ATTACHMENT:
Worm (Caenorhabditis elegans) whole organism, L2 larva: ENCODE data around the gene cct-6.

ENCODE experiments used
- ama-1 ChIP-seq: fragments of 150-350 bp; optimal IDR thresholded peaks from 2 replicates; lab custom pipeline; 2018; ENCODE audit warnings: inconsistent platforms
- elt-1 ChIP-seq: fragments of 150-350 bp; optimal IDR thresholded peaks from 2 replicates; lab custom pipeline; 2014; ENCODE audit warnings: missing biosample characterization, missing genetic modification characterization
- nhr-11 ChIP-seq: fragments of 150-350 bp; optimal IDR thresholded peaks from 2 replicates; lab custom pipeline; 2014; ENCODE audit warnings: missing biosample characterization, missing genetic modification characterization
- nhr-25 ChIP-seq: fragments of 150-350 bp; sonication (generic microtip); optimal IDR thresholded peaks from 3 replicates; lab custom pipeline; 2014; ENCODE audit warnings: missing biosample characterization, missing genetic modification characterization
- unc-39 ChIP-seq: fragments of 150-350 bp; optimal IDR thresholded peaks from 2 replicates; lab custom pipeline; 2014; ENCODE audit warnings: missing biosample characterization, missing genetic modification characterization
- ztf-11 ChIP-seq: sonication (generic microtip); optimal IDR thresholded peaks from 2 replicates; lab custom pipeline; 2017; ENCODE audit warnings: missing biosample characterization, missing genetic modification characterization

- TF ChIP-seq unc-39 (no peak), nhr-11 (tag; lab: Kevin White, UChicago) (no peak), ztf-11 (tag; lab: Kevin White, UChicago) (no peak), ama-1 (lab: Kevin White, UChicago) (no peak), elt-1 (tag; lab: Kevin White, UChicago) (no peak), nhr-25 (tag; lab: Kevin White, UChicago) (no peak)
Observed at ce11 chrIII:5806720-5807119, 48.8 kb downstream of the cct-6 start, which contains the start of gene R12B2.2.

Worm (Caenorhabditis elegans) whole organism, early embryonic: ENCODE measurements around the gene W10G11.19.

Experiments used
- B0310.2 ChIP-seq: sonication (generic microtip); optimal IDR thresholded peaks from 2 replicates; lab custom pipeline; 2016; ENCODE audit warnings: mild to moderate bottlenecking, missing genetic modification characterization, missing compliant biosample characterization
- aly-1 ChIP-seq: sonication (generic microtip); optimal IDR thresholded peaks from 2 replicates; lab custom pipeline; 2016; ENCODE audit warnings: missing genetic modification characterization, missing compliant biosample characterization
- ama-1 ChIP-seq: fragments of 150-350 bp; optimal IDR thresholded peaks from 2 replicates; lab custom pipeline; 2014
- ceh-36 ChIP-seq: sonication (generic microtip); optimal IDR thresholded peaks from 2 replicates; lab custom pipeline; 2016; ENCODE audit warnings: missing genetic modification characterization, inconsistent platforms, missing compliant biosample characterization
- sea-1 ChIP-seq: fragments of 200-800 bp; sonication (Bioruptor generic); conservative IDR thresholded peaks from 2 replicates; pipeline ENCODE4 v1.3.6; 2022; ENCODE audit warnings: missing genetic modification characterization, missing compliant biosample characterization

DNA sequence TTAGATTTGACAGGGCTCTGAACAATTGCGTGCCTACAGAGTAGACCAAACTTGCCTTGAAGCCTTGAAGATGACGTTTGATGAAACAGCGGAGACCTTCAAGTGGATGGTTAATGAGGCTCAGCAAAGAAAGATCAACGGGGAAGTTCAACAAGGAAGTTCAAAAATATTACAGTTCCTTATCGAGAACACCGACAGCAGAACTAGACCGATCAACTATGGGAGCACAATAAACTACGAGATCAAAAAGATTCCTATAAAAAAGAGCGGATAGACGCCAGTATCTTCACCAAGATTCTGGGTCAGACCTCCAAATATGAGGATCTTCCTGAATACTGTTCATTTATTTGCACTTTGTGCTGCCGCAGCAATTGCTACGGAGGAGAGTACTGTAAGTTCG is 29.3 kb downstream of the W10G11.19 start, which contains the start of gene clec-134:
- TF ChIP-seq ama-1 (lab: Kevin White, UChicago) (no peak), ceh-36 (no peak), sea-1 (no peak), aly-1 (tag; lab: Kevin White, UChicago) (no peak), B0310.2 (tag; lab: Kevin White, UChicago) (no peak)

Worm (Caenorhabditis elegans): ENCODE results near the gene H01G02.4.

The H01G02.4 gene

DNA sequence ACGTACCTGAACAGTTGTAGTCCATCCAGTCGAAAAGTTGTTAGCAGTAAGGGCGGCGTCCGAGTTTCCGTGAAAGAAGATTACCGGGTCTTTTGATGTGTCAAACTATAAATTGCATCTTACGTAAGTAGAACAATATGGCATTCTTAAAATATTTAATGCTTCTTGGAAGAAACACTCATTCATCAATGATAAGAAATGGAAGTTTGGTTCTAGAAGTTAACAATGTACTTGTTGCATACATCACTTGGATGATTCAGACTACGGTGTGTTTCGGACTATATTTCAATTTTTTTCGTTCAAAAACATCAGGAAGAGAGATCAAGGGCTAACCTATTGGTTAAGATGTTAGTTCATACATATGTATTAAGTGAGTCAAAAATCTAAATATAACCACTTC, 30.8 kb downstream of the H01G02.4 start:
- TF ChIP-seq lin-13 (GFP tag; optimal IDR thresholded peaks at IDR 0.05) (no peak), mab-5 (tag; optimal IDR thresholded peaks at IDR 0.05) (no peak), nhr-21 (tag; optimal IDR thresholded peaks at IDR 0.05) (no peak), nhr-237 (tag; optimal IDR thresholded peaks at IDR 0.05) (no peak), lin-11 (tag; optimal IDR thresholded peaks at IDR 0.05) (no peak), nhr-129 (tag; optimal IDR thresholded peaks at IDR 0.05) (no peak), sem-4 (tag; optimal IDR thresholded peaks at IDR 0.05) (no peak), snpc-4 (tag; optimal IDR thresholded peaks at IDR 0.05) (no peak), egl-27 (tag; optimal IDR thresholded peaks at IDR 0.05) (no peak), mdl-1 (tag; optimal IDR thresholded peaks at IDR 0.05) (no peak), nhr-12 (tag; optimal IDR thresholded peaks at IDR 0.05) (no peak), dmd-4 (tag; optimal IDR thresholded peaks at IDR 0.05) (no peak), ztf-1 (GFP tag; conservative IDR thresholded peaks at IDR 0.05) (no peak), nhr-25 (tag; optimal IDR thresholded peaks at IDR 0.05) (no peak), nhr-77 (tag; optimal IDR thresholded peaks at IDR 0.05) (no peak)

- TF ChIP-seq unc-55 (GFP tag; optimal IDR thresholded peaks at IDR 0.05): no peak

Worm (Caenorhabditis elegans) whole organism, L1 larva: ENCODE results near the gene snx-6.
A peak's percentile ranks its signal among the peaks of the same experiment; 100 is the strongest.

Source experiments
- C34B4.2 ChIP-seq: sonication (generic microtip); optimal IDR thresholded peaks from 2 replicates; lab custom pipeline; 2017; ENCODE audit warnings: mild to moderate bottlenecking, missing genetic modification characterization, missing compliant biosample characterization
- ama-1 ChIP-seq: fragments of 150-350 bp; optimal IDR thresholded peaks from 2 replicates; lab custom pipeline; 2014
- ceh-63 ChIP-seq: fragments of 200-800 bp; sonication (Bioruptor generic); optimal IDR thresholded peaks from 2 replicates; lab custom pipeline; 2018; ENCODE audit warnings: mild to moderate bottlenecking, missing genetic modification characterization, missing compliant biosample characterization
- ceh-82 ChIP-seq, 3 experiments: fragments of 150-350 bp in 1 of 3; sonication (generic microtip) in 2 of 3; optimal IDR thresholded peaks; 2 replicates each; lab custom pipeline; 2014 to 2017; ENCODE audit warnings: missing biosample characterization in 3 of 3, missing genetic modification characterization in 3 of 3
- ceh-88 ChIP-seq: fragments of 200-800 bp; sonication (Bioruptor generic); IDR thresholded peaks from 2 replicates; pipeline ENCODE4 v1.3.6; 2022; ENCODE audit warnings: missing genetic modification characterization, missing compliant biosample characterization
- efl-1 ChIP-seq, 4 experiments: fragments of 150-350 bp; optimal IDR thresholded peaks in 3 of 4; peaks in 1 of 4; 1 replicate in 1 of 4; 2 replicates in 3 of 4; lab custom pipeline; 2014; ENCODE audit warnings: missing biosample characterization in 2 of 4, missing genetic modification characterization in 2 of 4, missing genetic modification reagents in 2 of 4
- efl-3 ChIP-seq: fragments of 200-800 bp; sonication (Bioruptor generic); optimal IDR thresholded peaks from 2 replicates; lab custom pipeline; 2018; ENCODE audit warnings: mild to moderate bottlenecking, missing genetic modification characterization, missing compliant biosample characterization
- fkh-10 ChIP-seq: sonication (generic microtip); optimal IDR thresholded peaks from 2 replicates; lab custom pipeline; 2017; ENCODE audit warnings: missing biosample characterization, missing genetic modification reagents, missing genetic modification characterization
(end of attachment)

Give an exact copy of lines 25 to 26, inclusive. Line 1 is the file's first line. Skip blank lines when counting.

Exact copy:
Worm (Caenorhabditis elegans) whole organism, L1 larva: ENCODE results near the gene snx-6.
A peak's percentile ranks its signal among the peaks of the same experiment; 100 is the strongest.